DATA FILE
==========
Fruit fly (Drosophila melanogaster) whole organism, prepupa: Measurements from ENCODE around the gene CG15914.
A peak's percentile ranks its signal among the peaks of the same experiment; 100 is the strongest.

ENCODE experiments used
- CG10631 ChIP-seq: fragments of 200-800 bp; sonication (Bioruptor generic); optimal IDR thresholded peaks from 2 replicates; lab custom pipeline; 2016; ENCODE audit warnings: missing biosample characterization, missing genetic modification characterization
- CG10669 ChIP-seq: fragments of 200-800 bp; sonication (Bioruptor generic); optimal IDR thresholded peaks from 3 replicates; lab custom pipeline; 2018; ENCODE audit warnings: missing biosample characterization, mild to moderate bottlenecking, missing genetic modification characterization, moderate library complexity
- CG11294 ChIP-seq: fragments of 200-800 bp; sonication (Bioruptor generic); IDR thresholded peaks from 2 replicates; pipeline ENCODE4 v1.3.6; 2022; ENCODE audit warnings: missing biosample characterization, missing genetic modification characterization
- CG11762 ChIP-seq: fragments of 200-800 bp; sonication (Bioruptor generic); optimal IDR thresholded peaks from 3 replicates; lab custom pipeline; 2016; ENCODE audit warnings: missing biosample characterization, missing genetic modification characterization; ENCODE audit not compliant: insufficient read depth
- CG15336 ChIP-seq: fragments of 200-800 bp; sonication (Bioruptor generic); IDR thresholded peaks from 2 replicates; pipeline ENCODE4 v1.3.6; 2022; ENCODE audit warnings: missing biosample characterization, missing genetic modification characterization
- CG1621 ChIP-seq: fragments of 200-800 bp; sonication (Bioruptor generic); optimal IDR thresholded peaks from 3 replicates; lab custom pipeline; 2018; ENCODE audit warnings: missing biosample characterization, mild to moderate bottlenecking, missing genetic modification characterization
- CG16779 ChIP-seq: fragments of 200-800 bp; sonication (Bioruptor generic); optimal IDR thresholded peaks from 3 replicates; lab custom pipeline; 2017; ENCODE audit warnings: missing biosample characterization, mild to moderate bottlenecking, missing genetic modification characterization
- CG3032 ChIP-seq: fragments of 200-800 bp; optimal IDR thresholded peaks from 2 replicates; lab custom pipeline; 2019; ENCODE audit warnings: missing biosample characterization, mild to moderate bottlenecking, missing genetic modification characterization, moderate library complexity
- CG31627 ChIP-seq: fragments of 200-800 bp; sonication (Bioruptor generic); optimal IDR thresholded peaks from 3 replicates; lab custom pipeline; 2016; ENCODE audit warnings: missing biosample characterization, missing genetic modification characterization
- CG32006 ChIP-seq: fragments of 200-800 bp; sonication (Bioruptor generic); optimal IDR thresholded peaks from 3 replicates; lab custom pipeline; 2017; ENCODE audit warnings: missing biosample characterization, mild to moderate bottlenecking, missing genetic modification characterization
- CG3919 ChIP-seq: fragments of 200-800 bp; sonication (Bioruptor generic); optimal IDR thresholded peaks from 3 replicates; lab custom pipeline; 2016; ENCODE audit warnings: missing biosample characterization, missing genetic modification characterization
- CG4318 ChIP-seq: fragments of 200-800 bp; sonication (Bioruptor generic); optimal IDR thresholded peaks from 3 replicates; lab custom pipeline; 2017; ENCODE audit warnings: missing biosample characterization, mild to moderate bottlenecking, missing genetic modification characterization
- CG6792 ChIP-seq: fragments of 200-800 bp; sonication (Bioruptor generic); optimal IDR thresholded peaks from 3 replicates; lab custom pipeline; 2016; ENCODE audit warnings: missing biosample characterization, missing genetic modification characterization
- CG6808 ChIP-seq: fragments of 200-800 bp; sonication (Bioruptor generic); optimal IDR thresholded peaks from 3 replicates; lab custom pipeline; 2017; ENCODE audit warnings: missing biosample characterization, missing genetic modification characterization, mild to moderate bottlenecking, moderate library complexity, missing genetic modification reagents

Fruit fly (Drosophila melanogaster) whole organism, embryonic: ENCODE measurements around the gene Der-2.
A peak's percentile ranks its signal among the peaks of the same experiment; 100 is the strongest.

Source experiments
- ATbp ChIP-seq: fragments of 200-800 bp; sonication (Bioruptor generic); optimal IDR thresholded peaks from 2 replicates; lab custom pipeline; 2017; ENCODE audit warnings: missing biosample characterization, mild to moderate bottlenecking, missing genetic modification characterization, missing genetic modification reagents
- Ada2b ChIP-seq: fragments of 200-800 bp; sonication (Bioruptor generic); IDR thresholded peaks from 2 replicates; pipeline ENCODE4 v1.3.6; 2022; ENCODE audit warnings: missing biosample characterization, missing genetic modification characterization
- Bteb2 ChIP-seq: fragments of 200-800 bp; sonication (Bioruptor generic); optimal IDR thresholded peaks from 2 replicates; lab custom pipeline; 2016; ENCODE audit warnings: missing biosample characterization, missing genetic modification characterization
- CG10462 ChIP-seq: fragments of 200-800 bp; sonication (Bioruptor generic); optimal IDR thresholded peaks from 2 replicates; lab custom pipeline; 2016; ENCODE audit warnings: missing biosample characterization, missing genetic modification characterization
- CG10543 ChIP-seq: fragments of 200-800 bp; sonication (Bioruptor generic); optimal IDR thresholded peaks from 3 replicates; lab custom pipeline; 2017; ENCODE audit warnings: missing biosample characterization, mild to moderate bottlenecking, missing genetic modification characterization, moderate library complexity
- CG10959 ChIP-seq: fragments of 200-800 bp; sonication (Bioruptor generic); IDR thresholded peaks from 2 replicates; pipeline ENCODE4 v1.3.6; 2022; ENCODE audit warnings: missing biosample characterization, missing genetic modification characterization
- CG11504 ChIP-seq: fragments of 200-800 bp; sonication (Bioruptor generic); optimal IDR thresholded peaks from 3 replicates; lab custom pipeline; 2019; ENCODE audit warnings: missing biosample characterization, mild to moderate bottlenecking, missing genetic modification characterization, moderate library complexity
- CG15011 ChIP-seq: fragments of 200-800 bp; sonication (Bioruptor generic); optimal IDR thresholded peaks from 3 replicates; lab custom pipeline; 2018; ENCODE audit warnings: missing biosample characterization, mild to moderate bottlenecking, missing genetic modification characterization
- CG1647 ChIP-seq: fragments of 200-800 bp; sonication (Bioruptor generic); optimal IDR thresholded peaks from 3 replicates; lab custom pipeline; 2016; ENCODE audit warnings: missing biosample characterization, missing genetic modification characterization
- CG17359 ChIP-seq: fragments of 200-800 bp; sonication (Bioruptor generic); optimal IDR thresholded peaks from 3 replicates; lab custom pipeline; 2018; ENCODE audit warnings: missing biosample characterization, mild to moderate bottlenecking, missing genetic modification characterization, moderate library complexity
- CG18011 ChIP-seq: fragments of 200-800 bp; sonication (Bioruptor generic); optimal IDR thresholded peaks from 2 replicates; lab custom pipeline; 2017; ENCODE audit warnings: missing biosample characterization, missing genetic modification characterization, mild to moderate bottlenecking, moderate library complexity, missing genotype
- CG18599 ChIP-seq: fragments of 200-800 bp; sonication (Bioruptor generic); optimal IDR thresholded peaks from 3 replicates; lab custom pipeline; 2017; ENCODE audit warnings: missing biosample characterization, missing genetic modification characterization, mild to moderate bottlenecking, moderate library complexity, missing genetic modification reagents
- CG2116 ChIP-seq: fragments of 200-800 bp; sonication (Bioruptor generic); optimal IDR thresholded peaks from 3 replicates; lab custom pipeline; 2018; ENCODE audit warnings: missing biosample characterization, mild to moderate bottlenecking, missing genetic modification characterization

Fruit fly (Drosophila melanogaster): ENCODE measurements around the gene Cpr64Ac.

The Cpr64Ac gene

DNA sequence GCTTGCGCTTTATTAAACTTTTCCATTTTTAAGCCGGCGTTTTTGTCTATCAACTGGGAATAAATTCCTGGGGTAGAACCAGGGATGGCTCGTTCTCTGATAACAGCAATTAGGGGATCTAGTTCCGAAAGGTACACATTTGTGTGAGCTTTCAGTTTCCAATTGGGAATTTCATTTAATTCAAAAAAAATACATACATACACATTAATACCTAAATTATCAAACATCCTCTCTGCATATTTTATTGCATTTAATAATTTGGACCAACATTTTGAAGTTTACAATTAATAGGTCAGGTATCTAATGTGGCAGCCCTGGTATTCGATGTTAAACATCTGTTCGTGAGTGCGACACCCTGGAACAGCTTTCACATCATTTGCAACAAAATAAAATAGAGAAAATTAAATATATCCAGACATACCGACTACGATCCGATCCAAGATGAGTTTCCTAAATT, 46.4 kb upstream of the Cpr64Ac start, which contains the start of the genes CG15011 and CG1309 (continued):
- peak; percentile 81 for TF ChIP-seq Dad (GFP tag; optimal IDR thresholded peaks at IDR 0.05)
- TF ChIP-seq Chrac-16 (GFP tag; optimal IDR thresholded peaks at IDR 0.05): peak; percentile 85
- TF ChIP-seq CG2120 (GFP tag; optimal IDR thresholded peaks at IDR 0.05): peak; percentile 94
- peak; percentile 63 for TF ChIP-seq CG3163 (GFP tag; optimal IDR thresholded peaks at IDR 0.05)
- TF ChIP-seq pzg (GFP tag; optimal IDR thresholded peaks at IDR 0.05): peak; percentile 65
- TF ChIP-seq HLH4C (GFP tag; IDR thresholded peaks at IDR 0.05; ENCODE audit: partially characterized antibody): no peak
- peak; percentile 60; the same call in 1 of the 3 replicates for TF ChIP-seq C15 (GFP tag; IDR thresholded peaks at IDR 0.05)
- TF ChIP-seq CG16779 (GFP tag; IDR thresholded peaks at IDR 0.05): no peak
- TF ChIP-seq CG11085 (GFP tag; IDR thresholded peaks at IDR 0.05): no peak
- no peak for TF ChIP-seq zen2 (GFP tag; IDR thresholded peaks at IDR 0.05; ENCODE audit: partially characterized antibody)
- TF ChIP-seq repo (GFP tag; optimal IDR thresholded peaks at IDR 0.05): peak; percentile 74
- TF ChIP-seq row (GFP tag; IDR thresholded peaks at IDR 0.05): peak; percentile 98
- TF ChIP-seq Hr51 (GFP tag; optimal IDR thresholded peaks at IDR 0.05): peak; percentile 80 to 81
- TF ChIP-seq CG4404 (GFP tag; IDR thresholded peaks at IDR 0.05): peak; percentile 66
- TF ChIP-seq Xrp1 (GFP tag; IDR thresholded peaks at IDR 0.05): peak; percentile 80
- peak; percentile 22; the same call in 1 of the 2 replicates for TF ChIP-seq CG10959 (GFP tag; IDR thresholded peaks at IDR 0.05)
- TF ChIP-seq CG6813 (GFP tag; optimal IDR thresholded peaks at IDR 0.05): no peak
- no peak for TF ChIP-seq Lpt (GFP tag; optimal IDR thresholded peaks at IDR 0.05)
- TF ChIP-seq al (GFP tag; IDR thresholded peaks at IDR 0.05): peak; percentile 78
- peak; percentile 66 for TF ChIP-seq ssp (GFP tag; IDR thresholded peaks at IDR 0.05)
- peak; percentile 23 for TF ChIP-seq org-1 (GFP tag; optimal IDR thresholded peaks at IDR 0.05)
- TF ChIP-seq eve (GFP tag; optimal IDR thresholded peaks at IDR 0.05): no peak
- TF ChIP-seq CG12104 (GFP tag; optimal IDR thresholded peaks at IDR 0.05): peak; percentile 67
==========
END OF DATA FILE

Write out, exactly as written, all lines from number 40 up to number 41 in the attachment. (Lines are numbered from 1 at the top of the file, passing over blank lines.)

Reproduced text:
- peak; percentile 63 for TF ChIP-seq CG3163 (GFP tag; optimal IDR thresholded peaks at IDR 0.05)
- TF ChIP-seq pzg (GFP tag; optimal IDR thresholded peaks at IDR 0.05): peak; percentile 65